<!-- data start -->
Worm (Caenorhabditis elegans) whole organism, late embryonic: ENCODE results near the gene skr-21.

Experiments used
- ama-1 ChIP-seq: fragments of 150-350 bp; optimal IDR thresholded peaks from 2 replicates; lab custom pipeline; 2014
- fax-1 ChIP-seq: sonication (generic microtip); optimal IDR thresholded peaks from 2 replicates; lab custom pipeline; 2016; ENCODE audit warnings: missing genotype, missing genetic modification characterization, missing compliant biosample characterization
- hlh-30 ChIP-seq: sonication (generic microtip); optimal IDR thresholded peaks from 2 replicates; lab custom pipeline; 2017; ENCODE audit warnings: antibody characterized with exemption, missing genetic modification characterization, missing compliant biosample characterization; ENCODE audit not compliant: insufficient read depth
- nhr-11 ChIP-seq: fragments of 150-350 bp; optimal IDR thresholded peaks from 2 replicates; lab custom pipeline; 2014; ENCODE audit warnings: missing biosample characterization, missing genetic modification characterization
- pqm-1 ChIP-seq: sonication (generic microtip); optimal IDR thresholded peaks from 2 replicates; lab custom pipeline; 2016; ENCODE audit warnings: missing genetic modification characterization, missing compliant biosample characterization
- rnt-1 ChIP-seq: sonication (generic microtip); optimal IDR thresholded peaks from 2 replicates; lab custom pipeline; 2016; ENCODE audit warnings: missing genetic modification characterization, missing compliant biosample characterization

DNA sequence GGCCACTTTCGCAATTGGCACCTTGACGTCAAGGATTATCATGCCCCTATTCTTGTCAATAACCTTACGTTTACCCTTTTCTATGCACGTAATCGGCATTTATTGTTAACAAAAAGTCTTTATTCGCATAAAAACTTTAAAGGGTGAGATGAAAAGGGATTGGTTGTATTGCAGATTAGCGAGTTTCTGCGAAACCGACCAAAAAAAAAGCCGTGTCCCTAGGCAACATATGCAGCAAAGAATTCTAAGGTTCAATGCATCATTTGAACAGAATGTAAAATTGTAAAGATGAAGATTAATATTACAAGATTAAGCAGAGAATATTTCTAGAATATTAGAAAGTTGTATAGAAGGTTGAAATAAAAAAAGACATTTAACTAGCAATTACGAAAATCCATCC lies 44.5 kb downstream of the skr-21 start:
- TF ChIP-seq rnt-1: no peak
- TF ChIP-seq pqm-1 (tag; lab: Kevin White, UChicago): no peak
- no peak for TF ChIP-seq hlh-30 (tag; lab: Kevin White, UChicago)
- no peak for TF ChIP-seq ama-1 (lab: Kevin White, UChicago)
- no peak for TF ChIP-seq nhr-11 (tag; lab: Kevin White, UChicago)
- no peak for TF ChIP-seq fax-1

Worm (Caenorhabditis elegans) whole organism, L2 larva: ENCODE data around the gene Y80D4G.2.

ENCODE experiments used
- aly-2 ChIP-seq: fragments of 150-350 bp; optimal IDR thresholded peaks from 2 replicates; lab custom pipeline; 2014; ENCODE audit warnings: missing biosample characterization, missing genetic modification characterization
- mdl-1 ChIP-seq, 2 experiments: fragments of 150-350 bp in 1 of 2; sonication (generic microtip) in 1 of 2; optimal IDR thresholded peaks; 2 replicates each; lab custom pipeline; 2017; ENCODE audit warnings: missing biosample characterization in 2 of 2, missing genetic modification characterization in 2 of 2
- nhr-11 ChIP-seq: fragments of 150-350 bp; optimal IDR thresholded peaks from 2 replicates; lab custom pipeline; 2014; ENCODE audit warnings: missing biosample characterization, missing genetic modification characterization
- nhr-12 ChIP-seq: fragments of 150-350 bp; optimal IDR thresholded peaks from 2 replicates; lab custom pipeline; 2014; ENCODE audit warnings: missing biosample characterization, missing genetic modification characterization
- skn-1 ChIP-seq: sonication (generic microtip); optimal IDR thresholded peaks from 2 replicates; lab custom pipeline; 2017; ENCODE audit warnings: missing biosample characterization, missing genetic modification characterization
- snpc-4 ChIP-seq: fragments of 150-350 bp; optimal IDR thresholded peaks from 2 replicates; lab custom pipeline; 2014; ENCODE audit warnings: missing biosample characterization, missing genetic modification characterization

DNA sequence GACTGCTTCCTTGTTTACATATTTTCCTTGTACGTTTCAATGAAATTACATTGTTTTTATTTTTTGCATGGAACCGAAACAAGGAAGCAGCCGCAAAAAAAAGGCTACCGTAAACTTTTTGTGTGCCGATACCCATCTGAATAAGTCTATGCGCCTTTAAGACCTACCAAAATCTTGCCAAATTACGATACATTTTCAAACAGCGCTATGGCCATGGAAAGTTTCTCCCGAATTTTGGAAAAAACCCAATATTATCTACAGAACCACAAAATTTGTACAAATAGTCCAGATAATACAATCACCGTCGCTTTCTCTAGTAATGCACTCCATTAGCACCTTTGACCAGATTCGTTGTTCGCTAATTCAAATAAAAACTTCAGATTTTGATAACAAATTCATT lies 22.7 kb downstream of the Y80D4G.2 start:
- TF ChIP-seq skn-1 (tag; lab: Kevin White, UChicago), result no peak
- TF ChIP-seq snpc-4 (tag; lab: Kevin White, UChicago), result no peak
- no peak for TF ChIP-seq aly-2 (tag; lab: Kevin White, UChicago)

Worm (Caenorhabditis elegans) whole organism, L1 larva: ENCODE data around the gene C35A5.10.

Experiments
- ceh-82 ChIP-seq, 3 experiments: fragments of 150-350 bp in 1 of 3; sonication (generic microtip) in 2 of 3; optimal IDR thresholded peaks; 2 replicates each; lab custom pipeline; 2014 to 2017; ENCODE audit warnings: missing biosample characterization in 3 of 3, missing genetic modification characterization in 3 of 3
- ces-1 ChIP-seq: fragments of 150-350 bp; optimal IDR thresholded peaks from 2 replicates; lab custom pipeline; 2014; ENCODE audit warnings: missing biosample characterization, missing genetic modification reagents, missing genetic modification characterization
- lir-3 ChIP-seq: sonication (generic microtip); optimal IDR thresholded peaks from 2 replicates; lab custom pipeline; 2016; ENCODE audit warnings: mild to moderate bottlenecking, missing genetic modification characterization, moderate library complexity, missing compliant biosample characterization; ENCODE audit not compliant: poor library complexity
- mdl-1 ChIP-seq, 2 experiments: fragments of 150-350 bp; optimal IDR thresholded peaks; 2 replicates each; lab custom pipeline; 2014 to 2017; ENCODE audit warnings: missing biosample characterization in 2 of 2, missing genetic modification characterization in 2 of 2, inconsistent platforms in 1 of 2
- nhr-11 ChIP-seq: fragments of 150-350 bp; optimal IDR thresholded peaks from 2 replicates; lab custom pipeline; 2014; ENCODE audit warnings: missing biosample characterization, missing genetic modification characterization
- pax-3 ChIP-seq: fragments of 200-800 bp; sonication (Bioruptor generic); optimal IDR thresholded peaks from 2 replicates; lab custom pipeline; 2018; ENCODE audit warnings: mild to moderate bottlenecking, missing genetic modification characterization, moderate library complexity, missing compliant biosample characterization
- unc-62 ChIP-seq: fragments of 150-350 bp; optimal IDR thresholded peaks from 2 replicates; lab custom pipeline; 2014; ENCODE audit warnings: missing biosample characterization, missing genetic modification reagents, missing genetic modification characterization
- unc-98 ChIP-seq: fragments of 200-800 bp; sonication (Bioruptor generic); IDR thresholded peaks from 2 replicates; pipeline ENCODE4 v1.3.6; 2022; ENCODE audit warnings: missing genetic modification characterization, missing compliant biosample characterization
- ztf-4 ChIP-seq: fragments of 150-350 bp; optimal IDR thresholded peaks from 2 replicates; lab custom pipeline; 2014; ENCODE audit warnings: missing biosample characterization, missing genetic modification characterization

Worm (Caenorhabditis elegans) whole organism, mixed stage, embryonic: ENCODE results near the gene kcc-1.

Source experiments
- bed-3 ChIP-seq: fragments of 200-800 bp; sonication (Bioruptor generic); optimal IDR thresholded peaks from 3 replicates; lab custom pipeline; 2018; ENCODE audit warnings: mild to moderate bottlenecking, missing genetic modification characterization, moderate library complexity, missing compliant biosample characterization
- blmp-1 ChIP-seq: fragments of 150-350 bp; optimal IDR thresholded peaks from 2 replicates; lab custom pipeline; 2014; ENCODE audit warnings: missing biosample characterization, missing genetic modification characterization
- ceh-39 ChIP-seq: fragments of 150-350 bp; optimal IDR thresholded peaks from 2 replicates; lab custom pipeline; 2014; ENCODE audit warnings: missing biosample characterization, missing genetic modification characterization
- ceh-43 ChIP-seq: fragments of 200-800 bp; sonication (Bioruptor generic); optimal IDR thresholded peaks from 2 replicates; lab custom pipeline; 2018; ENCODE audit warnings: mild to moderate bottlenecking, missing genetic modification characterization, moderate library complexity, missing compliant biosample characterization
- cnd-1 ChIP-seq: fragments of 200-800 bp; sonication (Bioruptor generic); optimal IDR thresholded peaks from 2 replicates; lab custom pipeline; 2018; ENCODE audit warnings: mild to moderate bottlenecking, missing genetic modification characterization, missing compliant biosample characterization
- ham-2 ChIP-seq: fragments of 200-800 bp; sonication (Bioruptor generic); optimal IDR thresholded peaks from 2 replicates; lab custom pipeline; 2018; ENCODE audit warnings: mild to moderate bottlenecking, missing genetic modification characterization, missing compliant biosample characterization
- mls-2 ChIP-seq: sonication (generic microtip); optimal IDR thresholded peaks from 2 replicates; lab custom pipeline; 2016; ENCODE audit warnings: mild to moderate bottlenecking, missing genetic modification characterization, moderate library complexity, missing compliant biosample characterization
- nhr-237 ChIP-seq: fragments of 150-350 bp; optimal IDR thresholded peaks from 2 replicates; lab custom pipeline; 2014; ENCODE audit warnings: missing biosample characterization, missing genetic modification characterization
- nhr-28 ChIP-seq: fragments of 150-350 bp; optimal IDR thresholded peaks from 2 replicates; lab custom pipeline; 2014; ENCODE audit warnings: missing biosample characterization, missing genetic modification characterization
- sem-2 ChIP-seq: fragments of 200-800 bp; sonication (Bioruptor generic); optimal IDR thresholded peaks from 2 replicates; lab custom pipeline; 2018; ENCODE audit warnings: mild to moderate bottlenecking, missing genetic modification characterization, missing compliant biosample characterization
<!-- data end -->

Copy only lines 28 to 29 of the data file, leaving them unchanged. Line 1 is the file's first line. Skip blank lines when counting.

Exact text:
Worm (Caenorhabditis elegans) whole organism, L1 larva: ENCODE data around the gene C35A5.10.

Experiments